Webster's Revised Unabridged Dictionary (1913 + 1828)
En`gi*neer" (?), v. t. [imp. & p. p. Engineered (?); p. pr. & vb. n. Engineering.]
1. To lay out or construct, as an engineer; to perform the work of an engineer on; as, to engineer a road.
2. To use contrivance and effort for; to guide the course of; to manage; as, to engineer a bill through Congress. [Colloq.]
En`gi*neer"ing, n. Originally, the art of managing engines; in its modern and extended sense, the art and science by which the mechanical properties of matter are made useful to man in structures and machines; the occupation and work of an engineer.
&hand; In a comprehensive sense, engineering includes architecture as a mechanical art, in distinction from architecture as a fine art. It was formerly divided into military engineering, which is the art of designing and constructing offensive and defensive works, and civil engineering, in a broad sense, as relating to other kinds of public works, machinery, etc. -- Civil engineering, in modern usage, is strictly the art of planning, laying out, and constructing fixed public works, such as railroads, highways, canals, aqueducts, water works, bridges, lighthouses, docks, embankments, breakwaters, dams, tunnels, etc. -- Mechanical engineering relates to machinery, such as steam engines, machine tools, mill work, etc. -- Mining engineering deals with the excavation and working of mines, and the extraction of metals from their ores, etc. Engineering is further divided into steam engineering, gas engineering, agricultural engineering, topographical engineering, electrical engineering, etc.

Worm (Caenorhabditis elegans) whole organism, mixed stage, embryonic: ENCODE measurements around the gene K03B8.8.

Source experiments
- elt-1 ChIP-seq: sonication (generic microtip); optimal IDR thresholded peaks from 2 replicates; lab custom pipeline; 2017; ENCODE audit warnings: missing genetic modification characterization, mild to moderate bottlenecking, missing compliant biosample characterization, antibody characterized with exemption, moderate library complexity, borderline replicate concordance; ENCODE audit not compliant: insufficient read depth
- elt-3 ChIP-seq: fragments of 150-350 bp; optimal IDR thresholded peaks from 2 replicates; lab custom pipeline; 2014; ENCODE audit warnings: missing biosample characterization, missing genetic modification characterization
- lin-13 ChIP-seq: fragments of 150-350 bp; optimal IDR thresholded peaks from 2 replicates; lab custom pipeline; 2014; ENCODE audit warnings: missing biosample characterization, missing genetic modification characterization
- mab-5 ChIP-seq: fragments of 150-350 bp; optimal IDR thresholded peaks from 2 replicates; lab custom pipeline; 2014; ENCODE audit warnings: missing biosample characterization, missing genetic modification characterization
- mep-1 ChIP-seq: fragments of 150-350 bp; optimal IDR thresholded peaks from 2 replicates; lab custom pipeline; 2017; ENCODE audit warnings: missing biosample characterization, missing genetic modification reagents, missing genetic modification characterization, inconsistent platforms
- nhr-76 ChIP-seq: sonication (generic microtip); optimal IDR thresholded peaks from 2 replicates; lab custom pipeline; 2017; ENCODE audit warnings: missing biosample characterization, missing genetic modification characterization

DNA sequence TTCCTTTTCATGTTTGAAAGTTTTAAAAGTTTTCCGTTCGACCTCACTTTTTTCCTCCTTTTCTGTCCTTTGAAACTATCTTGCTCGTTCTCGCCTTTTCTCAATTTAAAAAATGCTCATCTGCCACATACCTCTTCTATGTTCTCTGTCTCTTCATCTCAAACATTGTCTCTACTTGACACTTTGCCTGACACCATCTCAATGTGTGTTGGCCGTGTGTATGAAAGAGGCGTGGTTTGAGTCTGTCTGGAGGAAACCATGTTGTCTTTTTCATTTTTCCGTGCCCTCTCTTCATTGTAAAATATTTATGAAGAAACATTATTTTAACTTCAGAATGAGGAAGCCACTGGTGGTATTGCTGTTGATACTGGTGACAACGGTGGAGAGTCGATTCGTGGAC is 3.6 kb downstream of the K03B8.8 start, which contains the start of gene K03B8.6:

En"gine*man (?), n.; pl. Enginemen (). A man who manages, or waits on, an engine.
En"gin*er (?), n. [See Engineer.] A contriver; an inventor; a contriver of engines. [Obs.]
En"gine*ry (?), n.
1. The act or art of managing engines, or artillery.
2. Engines, in general; instruments of war.
Training his devilish enginery.
3. Any device or contrivance; machinery; structure or arrangement.
En"gine-sized` (?), a. Sized by a machine, and not while in the pulp; -- said of paper.
En"gi*nous (?), a. [OF. engignos. See Ingenious.]
1. Pertaining to an engine. [Obs.]
That one act gives, like an enginous wheel,
Motion to all.
2. Contrived with care; ingenious. [Obs.]
The mark of all enginous drifts.
En*gird" (?), v. t. [imp. & p. p. Engirded or Engirt (); p. pr. & vb. n. Engirding.] [Pref. en- + gird. Cf. Ingirt.] To gird; to encompass.
En*gir"dle (?), v. t. To surround as with a girdle; to girdle.
En*girt" (?), v. t. To engird. [R.]
En"gi*scope (?), n. [Gr. near + -scope.] (Opt.) A kind of reflecting microscope. [Obs.]
En*glaimed" (?), a. [OE. engleimen to smear, gleim birdlime, glue, phlegm.] Clammy. [Obs.]
En"gle (?), n. [OE. enghle to coax or cajole. Cf. Angle a hook, one easily enticed, a gull, Ingle.] A favorite; a paramour; an ingle. [Obs.]
En"gle, v. t. To cajole or coax, as favorite. [Obs.]
I 'll presently go and engle some broker.
Eng"lish (?), a. [AS. Englisc, fr. Engle, Angle, Engles, Angles, a tribe of Germans from the southeast of Sleswick, in Denmark, who settled in Britain and gave it the name of England. Cf. Anglican.] Of or pertaining to England, or to its inhabitants, or to the present so-called Anglo-Saxon race.
English bond (Arch.) See 1st Bond, n.,
8. -- English breakfast tea. See Congou. -- English horn. (Mus.) See Corno Inglese. -- English walnut. (Bot.) See under Walnut.
1. Collectively, the people of England; English people or persons.
2. The language of England or of the English nation, and of their descendants in America, India, and other countries.